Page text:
Suppose your mortgage interest and property taxes total $8,500. If you're in the 27% tax bracket in 2002, you might think that means Uncle Sam effectively pays $2,295 of the bill for you via tax savings. But if you're single and have been claiming the standard deduction, you give it up when you start to itemize. If your itemized deductions -- including $1,500 for state income taxes in this example -- total $10,000, the tax savings from buying would be just $1,431. That's about $865 less than a quick, everything-is-deductible calculation would lead you to believe.

But the biggest potential drawback for young people is that they won't stay in a home long enough to recoup the transaction costs involved in buying a house. If you think you'll need to relocate to advance your career, or if you're still unsure about where you want to settle, renting may be the better choice. "You have to ask yourself what else is going on in your life," says Wendy Johnson, who trains teachers of home-buying classes in Duluth, Minn.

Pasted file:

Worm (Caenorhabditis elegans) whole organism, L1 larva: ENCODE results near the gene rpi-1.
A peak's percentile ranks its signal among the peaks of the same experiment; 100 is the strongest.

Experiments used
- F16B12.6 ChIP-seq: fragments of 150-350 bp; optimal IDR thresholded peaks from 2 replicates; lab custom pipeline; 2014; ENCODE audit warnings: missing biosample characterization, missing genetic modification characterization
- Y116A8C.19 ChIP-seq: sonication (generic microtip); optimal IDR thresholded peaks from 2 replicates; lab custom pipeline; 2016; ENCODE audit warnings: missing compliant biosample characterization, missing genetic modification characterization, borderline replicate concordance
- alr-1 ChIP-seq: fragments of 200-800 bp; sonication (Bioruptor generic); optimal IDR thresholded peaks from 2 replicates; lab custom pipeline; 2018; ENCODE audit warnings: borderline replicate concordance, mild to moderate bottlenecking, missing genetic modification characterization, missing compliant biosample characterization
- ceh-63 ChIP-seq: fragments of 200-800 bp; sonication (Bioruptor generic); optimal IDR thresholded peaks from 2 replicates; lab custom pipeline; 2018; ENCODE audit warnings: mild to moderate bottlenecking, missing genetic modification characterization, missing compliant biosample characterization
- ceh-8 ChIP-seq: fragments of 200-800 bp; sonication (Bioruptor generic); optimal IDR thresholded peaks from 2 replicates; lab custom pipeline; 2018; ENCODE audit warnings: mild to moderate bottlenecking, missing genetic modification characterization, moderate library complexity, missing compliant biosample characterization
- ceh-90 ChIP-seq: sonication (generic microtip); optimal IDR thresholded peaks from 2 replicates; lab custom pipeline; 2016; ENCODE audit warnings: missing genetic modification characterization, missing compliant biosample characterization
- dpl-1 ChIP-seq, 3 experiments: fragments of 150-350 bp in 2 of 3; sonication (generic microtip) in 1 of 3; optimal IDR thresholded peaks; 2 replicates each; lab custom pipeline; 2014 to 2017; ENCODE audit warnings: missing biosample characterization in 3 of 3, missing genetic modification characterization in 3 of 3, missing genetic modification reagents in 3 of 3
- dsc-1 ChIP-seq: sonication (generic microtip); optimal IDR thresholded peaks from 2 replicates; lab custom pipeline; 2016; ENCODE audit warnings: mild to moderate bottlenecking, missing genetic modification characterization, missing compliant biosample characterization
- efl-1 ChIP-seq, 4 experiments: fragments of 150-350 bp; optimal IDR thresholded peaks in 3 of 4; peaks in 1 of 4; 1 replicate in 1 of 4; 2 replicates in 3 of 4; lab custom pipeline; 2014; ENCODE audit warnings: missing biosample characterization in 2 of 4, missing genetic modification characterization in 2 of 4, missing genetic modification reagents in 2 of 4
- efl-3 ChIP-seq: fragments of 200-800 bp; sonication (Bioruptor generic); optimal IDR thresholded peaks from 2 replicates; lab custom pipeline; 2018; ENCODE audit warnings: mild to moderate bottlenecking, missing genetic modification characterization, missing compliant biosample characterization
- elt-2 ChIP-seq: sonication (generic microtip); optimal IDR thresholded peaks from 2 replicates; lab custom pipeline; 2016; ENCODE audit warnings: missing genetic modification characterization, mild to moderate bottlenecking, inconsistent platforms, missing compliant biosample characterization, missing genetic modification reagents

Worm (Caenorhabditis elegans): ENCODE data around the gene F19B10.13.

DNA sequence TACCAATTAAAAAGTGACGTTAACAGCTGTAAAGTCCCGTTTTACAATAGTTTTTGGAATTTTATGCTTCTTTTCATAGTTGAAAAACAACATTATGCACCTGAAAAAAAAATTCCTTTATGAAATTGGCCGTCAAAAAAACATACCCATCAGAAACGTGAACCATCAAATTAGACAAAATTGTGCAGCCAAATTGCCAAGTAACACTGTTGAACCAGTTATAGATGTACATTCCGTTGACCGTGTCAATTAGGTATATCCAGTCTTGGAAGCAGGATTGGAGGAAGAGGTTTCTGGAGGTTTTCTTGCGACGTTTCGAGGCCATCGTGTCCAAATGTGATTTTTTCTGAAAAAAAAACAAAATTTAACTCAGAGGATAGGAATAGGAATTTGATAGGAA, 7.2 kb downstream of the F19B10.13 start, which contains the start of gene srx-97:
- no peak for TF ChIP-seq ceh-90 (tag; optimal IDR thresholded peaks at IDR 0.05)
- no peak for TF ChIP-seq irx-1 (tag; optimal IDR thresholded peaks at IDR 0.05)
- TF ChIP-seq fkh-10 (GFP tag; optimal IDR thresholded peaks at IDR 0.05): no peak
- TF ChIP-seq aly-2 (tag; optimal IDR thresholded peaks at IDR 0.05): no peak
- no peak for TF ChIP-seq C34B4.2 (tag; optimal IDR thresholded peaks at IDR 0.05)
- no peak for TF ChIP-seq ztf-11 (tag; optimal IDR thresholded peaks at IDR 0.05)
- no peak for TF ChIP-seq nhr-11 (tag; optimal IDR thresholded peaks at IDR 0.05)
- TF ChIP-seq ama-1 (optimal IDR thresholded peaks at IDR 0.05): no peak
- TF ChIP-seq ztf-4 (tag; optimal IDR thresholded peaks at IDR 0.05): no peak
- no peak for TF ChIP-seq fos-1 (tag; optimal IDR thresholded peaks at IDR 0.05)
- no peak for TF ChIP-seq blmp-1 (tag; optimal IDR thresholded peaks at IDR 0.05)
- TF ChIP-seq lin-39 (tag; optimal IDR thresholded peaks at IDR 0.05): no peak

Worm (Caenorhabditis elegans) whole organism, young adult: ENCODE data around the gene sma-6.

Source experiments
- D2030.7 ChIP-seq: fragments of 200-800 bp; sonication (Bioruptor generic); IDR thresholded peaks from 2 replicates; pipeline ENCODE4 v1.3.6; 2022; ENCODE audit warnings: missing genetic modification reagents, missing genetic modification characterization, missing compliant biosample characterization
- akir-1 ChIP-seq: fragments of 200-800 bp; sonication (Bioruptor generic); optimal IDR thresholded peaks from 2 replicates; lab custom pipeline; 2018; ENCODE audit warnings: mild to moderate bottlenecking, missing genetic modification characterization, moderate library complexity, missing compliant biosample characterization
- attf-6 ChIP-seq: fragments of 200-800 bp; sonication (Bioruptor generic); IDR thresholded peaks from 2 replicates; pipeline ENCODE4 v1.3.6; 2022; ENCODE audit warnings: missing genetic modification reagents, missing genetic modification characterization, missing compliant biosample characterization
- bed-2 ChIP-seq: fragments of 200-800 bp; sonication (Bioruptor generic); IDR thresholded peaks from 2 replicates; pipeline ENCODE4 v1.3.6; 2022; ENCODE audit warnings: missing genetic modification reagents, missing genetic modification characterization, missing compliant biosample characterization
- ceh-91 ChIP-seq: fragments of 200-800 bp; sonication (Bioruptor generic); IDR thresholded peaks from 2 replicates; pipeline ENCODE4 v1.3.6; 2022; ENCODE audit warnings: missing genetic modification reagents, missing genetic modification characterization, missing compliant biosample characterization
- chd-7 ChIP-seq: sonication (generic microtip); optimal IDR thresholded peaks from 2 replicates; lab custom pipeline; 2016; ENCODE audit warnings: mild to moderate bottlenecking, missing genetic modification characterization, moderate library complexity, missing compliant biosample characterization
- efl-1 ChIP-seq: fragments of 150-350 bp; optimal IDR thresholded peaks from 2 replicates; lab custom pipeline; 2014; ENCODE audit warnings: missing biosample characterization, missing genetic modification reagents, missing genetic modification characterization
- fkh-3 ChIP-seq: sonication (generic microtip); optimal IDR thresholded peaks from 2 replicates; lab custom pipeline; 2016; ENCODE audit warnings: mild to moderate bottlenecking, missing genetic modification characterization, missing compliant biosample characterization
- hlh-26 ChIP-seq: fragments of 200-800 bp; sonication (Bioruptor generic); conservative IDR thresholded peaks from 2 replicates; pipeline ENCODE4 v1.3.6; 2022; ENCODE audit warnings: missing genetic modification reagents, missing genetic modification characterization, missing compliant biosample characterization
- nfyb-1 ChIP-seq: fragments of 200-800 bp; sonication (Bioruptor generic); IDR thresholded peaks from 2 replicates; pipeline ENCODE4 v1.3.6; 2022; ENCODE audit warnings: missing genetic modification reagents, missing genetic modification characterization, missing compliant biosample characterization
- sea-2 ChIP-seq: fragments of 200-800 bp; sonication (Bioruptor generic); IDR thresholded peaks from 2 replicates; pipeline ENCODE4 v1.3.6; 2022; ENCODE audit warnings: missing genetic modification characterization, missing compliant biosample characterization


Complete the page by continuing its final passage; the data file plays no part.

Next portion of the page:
How long will I live in the house? In addition to the purchase price, buying a home can cost you as much as 6% in closing costs, including 1% of the loan amount for every point on your mortgage loan plus attorney, appraisal, loan-application and other fees. You're likely to put more money into the house for improvements and repairs. When you sell, there's a different set of costs, including the agent's commission, typically 6%.